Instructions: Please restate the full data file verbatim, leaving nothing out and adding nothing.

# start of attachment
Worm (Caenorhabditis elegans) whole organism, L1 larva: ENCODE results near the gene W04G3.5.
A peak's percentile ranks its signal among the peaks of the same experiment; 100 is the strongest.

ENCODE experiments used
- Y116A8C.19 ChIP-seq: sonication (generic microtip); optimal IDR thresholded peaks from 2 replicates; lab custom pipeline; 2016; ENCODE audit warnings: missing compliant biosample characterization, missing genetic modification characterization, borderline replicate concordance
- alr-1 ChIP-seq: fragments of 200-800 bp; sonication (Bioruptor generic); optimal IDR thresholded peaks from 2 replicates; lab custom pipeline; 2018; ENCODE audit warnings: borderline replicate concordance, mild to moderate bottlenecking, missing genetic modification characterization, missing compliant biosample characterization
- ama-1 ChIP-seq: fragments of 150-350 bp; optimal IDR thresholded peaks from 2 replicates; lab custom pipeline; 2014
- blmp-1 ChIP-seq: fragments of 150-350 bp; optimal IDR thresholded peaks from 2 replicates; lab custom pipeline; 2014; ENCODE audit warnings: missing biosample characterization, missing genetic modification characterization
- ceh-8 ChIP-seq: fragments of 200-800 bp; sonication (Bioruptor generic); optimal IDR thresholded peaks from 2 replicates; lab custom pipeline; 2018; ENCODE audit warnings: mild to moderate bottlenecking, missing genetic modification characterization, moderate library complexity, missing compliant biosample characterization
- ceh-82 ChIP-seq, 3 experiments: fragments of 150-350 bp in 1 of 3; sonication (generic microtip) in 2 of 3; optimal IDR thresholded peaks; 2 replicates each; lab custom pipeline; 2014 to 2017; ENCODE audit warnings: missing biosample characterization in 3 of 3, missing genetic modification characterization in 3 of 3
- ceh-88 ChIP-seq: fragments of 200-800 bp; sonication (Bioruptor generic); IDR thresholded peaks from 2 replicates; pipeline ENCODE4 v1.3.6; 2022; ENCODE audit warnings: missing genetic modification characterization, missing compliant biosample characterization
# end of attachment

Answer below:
Worm (Caenorhabditis elegans) whole organism, L1 larva: ENCODE results near the gene W04G3.5.
A peak's percentile ranks its signal among the peaks of the same experiment; 100 is the strongest.

ENCODE experiments used
- Y116A8C.19 ChIP-seq: sonication (generic microtip); optimal IDR thresholded peaks from 2 replicates; lab custom pipeline; 2016; ENCODE audit warnings: missing compliant biosample characterization, missing genetic modification characterization, borderline replicate concordance
- alr-1 ChIP-seq: fragments of 200-800 bp; sonication (Bioruptor generic); optimal IDR thresholded peaks from 2 replicates; lab custom pipeline; 2018; ENCODE audit warnings: borderline replicate concordance, mild to moderate bottlenecking, missing genetic modification characterization, missing compliant biosample characterization
- ama-1 ChIP-seq: fragments of 150-350 bp; optimal IDR thresholded peaks from 2 replicates; lab custom pipeline; 2014
- blmp-1 ChIP-seq: fragments of 150-350 bp; optimal IDR thresholded peaks from 2 replicates; lab custom pipeline; 2014; ENCODE audit warnings: missing biosample characterization, missing genetic modification characterization
- ceh-8 ChIP-seq: fragments of 200-800 bp; sonication (Bioruptor generic); optimal IDR thresholded peaks from 2 replicates; lab custom pipeline; 2018; ENCODE audit warnings: mild to moderate bottlenecking, missing genetic modification characterization, moderate library complexity, missing compliant biosample characterization
- ceh-82 ChIP-seq, 3 experiments: fragments of 150-350 bp in 1 of 3; sonication (generic microtip) in 2 of 3; optimal IDR thresholded peaks; 2 replicates each; lab custom pipeline; 2014 to 2017; ENCODE audit warnings: missing biosample characterization in 3 of 3, missing genetic modification characterization in 3 of 3
- ceh-88 ChIP-seq: fragments of 200-800 bp; sonication (Bioruptor generic); IDR thresholded peaks from 2 replicates; pipeline ENCODE4 v1.3.6; 2022; ENCODE audit warnings: missing genetic modification characterization, missing compliant biosample characterization